Krycek's first impulse was to deny it, but to his surprise, he realized that this sorry amateur shrink had hit on something. "I'd be interested, yes", he admitted.
Mulder's fist hit him before he knew it, despite telepathy and Krycek's own reflexes. It could only be because Mulder himself had not known he would strike. Krycek ducked the next blow, blood trickling from his nose and from the back of his head, where it had hit the wall. "Wait!" he called out, "If you knock me out.."
"If I knock you out, you won't dream", Mulder said icily.
"You can't be sure of that! I might dream when I started coming to. Are you going to tell Scully you had to wake her, because you just floored me?"
Mulder glared at him, but he did back off. "I'll kill you yet, Krycek", he said. "Don't think I won't."
Krycek let his breath out. He had heard that before. "Promises, promises", he said, and got up to wash off the blood.
Between worlds, sometime after midnight, Hallowe'en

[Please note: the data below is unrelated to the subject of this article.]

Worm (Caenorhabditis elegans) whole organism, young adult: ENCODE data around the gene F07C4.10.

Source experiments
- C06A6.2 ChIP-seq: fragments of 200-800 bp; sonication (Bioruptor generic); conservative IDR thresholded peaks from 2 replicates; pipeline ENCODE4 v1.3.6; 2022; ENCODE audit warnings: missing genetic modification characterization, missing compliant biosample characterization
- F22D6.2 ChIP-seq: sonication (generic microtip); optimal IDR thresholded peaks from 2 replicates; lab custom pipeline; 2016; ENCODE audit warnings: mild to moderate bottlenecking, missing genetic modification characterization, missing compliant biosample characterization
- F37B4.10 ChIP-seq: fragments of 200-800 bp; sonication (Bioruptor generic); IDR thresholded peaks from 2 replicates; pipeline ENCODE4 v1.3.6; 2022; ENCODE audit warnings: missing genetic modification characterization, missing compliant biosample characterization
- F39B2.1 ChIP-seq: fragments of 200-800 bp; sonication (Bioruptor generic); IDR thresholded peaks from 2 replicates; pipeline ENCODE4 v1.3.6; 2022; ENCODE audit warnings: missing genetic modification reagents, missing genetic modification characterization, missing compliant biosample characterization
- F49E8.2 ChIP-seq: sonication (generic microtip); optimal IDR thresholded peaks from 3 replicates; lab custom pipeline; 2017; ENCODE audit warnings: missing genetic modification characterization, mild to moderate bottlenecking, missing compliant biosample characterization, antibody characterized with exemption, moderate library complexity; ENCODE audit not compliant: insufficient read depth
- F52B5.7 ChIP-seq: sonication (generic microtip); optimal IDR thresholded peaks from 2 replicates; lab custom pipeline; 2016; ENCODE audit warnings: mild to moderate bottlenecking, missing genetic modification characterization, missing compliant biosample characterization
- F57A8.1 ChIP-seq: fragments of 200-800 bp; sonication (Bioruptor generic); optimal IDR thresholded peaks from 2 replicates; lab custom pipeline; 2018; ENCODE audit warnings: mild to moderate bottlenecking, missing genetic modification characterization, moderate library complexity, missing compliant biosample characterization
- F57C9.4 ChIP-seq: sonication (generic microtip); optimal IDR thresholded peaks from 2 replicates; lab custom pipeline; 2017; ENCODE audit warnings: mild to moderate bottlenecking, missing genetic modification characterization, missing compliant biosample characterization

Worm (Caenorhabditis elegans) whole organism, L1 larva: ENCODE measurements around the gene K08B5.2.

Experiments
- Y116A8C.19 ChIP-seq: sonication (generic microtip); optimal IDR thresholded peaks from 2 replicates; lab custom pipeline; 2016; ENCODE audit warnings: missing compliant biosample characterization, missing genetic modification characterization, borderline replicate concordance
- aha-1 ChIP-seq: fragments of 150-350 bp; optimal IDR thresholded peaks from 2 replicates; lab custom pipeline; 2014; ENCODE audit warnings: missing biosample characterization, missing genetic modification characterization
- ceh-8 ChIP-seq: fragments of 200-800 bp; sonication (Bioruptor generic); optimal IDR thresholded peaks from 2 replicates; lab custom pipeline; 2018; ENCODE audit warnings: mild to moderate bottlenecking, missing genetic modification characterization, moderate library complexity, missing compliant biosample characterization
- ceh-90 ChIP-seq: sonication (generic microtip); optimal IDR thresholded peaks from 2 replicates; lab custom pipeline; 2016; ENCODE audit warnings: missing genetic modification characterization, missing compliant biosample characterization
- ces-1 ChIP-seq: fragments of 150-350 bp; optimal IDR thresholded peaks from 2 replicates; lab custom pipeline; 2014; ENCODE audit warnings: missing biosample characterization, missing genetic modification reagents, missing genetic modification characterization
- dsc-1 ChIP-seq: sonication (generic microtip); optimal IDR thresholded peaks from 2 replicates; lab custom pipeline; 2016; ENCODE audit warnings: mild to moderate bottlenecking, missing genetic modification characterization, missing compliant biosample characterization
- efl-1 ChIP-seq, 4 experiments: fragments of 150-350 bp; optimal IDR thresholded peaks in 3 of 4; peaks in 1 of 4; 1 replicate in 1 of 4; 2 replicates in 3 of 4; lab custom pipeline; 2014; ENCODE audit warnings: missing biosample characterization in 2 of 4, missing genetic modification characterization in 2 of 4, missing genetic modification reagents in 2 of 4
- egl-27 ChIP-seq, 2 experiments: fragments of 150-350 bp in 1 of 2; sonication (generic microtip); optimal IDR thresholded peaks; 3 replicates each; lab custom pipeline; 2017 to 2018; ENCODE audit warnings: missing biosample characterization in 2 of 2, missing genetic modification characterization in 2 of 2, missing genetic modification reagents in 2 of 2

Mulder felt ill at ease, to say the least. The ship was stomping hard, sending spray all over him, but if he hadn't come up on deck, he would have felt even worse. He had no idea where Scully was - unless.. there was a little redheaded girl up ahead near the bow. She was talking to the captain, probably her father. A particularly vicious crest flooded the deck, and the little girl squealed with delight. Mulder groaned. Just as he thought he would have to bend over the railing fast, something jolted him.
He blinked, finding himself back in the old storage room. He was sitting on the floor, beside Krycek who had just elbowed him sharply in the ribs. "You nodded off", the younger man said. "Better wake Scully."
Mulder yawned. "Did you get that too? Of all things, she has to dream of a ship.."
"Sure did. You were about to be sick over the upwind side - which would have been fun if it had been real. As it was, you'd probably have hit me. You really don't have any sealegs at all, do you, Mulder?"
"Don't remind me", Mulder muttered, "You're not out of danger yet." He tipped his head back against the wall, resting. "How did you manage to pull out?"
"I wasn't really in this time. I kept seeing the room around us, right through her dream. Maybe she's waking up."